Rather than try to take an over-simplified approach to assume who is the right data owner based on the most active user, you should instead employ a crowd-sourced approach to ask those who use the data the most who should own it. Without the proper owners, data can easily become stale, permissions can be excessively granted, and other security problems can ensue.

Moving Foward

When all three steps have been initially completed, it is then time to begin automation of your processes. Your identity governance approach must be able to automate access certifications, streamline access requests through self-service tools, as well as locate and track new sensitive data as it is created and provision the proper access to it. All this needs to happen with as little required oversight from IT while still giving them the tools to have a 360-degree view of the data, and what they are doing with that access.

SailPoint Can Help

To fully address today’s modern data security needs, organizations are moving beyond traditional data access governance solutions, and incorporating sensitive data stored in files and folders as part of their comprehensive identity governance program. By taking this approach, organizations will reduce their risk of breach by 60%2.

Visibility

In order to protect access to sensitive data, you must have a holistic view across your entire infrastructure. If your IT team or business owners are unaware of where sensitive data resides, cannot see all the permissions a user has, or how this access is being used, they simply cannot make the right access decisions are unaware of where sensitive data resides, to mitigate security and compliance risks.

IdentityIQ File Access Manager helps answer these essential questions:

  • Where is your sensitive information?
  • Who has access to it and is that access too broad?
  • What are those users doing with their access, and do these actions violate your security policy?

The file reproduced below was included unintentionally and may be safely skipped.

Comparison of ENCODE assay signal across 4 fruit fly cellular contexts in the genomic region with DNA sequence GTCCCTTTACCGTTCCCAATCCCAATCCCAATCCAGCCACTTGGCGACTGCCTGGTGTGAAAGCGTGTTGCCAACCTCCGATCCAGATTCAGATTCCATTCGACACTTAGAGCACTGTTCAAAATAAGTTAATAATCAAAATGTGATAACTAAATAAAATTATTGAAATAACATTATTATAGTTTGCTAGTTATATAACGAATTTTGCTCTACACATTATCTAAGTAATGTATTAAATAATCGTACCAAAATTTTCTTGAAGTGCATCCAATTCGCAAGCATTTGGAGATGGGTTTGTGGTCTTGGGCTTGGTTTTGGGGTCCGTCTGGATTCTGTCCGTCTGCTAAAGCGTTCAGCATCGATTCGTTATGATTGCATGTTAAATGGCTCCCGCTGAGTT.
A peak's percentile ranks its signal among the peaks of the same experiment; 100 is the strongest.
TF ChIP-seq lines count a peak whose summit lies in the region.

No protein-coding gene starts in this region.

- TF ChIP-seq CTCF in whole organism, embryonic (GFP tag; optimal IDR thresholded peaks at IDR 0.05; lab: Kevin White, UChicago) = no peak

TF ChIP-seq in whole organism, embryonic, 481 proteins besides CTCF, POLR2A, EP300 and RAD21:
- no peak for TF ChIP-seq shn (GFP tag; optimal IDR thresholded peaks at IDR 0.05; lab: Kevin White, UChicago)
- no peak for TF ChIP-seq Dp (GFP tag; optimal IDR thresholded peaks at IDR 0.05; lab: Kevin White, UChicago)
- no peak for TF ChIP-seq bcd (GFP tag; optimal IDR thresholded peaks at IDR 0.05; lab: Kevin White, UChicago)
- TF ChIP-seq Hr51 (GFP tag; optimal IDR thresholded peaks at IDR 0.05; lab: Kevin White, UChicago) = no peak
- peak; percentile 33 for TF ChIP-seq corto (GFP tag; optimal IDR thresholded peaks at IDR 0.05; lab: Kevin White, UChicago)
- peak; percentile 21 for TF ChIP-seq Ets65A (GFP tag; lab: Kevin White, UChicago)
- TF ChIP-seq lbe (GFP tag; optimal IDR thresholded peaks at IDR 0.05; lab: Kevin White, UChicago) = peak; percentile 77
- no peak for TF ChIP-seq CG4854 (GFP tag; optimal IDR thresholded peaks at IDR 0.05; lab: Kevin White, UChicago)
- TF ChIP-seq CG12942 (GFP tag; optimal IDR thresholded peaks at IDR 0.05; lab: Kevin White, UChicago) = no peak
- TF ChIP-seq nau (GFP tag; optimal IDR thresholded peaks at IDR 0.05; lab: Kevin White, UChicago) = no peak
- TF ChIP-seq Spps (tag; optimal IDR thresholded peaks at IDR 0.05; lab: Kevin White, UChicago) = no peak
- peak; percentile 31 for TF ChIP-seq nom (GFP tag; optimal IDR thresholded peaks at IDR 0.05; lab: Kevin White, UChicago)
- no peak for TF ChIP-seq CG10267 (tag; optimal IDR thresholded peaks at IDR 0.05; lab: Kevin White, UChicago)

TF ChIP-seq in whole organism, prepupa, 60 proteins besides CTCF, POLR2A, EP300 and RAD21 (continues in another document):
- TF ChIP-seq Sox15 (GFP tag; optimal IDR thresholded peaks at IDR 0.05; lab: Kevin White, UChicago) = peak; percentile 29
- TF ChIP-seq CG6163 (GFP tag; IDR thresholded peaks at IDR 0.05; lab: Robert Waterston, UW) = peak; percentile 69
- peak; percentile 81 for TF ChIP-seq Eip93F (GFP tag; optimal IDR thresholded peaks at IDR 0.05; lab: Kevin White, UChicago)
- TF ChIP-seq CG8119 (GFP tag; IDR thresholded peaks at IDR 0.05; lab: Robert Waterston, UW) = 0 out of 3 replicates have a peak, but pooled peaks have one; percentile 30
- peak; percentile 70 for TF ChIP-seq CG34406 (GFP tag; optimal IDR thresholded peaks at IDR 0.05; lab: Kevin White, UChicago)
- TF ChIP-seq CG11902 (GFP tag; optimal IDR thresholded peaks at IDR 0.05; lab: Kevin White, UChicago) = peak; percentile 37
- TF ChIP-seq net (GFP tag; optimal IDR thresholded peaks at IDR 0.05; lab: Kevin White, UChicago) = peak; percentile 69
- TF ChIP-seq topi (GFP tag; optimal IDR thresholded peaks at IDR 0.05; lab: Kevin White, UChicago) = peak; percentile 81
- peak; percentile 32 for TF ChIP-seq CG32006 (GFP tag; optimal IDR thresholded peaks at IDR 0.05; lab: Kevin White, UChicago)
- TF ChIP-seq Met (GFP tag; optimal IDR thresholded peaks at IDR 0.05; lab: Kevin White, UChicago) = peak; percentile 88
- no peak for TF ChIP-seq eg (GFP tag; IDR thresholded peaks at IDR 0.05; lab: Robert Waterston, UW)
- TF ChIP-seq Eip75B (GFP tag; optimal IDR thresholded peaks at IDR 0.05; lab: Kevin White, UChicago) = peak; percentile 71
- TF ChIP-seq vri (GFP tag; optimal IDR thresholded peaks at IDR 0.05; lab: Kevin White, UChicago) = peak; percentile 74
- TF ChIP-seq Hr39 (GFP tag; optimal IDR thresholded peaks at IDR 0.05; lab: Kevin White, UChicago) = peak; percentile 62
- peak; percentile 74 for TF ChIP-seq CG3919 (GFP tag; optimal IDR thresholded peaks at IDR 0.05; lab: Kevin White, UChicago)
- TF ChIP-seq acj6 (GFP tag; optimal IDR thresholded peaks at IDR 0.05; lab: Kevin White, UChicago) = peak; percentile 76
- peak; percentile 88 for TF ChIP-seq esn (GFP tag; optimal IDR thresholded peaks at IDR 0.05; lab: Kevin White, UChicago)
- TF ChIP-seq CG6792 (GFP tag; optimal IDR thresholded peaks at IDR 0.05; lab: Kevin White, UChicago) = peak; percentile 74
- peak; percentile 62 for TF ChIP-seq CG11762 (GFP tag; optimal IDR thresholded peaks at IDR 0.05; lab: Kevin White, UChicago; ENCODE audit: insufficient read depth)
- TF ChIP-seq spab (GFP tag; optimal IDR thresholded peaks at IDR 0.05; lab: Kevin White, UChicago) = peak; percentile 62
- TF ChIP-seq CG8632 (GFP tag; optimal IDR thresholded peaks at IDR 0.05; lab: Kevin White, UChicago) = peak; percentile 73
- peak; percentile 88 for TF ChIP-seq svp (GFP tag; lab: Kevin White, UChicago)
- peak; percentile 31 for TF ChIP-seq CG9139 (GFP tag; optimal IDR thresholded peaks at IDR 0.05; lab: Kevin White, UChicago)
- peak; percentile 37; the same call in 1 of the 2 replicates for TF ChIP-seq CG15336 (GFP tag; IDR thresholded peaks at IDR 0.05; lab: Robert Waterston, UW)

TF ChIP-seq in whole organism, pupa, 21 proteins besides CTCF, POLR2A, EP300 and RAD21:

• Can you prove all this to an auditor?

Control

Accurately identifying data owners is a key step towards effectively controling and securing your organization’s data. Organizations who fail to actively assign accountability to data owners who are most knowledgeable about who should and shouldn’t have access, are leaving themselves open to data breaches and regulatory penalties.

Once the owners have been elected from those who actually use the data on a regular basis, you must then enable them to manage their data via user-friendly tools that ultimately save them time.

IdentityIQ File Access Manager allows data owners to:

  • Get visibility over the data they own.
  • Self-configure alerts that are brought directly to their attention.
  • Create a task list to keep owners on track.
  • Provide controlled access through self-service access requests.
  • Give IT oversight and compliance through periodic entitlement reviews.
  • Add access and remove high-risk access through actionable intelligence.

Compliance

Organizations in a regulated industry will always be concerned withmaintaining compliance. But even those in less-regulated industries still need to understand that the data they possess needs to be protected. The security of this sensitive information and compliance with any regulations is imperative.

IdentityIQ File Access Manager helps compliance efforts by providing:

  • Visibility into the location of sensitive documents.
  • Validation that sensitive documents are only accessible on a need-to-know basis.
  • Activity monitoring to ensure that only the proper identities are accessing the data.

Conclusion

Rather than hope a breach never occurs in your enterprise, it is a better idea to mitigate as much risk as possible. Planning ahead and helping to secure as much of the organization as possible before a breach is attempted is the best way to secure your organization’s data whether it is stored on-premises or in the cloud. SailPoint can help to ensure you are secure now, tomorrow and in the future. Learn more about IdentityIQ File Access Manager.

  1. 2016 Cost of a Data Breach, Ponemon Institute
  2. Gartner Identity & Access Summit, Las Vegas, 2017